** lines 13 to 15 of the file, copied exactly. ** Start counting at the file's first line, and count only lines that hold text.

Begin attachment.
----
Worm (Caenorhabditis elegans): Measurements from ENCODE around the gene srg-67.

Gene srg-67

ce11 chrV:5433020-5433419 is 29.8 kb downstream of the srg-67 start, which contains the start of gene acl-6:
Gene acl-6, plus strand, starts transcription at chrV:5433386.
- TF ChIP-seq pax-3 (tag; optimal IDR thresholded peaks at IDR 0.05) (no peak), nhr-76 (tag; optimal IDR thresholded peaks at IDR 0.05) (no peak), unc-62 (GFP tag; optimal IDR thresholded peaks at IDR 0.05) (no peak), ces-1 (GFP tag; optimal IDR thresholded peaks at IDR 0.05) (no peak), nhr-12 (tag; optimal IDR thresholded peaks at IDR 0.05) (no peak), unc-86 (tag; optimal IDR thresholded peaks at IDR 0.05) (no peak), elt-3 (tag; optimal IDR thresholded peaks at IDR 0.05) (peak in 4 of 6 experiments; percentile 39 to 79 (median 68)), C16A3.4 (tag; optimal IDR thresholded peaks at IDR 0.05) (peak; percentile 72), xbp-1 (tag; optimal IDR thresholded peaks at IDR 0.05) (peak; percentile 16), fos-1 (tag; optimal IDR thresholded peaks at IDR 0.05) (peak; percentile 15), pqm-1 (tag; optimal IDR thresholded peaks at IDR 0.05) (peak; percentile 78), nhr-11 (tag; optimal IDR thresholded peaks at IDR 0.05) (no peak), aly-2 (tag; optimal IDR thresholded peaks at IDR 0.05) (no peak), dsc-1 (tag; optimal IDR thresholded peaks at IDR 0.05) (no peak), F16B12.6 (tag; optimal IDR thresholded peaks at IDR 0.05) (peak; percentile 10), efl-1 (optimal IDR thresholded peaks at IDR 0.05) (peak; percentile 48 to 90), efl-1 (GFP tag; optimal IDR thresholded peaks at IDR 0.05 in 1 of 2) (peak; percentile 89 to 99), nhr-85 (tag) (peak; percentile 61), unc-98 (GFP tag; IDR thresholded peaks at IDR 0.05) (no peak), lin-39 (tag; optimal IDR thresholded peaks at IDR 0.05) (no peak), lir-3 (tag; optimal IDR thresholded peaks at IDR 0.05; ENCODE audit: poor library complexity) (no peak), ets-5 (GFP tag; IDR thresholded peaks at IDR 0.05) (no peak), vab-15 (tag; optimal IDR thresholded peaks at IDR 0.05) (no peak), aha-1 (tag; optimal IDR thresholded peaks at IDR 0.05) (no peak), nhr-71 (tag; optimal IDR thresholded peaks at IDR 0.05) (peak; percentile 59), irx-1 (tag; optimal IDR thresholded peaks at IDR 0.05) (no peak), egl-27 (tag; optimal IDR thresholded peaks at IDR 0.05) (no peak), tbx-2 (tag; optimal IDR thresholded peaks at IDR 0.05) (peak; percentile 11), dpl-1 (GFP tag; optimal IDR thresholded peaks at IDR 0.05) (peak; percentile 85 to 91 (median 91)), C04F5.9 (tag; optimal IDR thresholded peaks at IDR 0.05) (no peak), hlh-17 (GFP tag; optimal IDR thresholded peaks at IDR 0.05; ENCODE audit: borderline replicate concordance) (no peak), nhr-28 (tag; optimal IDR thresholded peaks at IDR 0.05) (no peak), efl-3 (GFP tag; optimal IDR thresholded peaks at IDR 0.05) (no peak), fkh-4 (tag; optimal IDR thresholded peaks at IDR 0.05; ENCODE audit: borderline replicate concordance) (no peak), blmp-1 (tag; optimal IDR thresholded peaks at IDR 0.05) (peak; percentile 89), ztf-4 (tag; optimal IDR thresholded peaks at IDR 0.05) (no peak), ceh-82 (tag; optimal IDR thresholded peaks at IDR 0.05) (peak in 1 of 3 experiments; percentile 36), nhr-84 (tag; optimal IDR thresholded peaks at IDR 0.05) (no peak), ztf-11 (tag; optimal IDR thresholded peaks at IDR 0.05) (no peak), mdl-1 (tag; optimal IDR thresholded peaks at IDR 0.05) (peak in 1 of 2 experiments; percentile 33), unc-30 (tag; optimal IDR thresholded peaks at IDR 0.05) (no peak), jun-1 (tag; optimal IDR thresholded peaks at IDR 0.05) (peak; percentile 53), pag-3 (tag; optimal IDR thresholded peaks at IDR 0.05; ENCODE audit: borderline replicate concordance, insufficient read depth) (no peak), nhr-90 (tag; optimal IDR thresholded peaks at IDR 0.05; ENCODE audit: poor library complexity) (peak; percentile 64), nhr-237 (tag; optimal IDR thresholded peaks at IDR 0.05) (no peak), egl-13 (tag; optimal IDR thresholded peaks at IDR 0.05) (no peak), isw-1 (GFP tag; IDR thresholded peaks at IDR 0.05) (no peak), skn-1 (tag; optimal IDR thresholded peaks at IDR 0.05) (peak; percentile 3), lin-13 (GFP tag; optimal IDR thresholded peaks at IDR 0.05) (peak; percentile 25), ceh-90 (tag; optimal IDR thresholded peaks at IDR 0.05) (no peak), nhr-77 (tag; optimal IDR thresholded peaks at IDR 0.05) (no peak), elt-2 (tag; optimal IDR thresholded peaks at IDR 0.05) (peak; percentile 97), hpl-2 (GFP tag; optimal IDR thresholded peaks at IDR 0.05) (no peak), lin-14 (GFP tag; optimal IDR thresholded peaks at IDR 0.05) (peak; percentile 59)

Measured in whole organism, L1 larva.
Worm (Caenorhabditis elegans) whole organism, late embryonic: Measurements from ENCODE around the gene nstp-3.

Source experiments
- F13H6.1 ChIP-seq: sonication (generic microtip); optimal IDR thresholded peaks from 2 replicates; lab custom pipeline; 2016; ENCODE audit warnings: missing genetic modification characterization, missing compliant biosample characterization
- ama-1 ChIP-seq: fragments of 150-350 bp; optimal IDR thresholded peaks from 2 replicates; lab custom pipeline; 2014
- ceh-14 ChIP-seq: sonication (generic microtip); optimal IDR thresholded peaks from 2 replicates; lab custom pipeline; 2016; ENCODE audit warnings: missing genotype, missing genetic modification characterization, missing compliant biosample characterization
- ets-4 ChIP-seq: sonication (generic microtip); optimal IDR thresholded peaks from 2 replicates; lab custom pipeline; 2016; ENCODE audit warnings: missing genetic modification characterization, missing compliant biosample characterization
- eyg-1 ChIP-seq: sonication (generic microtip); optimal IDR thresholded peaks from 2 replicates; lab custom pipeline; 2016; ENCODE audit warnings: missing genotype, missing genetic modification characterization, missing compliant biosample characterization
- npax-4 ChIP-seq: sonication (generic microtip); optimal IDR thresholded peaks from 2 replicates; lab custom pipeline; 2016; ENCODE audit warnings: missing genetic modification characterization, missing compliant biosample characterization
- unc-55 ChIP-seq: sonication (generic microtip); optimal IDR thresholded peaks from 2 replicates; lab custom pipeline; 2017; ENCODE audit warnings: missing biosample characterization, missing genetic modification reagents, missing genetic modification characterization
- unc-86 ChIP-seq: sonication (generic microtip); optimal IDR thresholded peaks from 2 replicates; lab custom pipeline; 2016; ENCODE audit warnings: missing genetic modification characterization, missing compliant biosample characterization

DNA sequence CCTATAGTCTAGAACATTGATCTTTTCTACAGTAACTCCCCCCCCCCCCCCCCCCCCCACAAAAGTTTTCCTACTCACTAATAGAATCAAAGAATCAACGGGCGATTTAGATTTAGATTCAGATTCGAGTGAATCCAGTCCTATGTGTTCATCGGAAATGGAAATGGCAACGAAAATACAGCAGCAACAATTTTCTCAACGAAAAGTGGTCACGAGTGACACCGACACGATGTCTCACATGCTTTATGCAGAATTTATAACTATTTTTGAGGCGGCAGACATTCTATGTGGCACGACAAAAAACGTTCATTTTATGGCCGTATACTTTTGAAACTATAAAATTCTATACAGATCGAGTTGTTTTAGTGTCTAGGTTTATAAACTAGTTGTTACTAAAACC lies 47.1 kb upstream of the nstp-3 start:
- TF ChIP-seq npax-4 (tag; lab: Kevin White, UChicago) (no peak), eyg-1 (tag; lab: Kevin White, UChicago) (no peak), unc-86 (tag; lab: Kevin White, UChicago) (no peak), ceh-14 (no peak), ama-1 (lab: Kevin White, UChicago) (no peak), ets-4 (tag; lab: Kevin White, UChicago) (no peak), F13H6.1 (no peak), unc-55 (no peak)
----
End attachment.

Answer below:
- eyg-1 ChIP-seq: sonication (generic microtip); optimal IDR thresholded peaks from 2 replicates; lab custom pipeline; 2016; ENCODE audit warnings: missing genotype, missing genetic modification characterization, missing compliant biosample characterization
- npax-4 ChIP-seq: sonication (generic microtip); optimal IDR thresholded peaks from 2 replicates; lab custom pipeline; 2016; ENCODE audit warnings: missing genetic modification characterization, missing compliant biosample characterization
- unc-55 ChIP-seq: sonication (generic microtip); optimal IDR thresholded peaks from 2 replicates; lab custom pipeline; 2017; ENCODE audit warnings: missing biosample characterization, missing genetic modification reagents, missing genetic modification characterization